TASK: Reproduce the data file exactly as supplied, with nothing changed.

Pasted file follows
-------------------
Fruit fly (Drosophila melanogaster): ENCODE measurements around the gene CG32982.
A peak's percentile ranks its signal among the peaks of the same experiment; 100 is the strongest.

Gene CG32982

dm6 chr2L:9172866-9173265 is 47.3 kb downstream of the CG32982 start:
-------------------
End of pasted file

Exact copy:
Fruit fly (Drosophila melanogaster): ENCODE measurements around the gene CG32982.
A peak's percentile ranks its signal among the peaks of the same experiment; 100 is the strongest.

Gene CG32982

dm6 chr2L:9172866-9173265 is 47.3 kb downstream of the CG32982 start: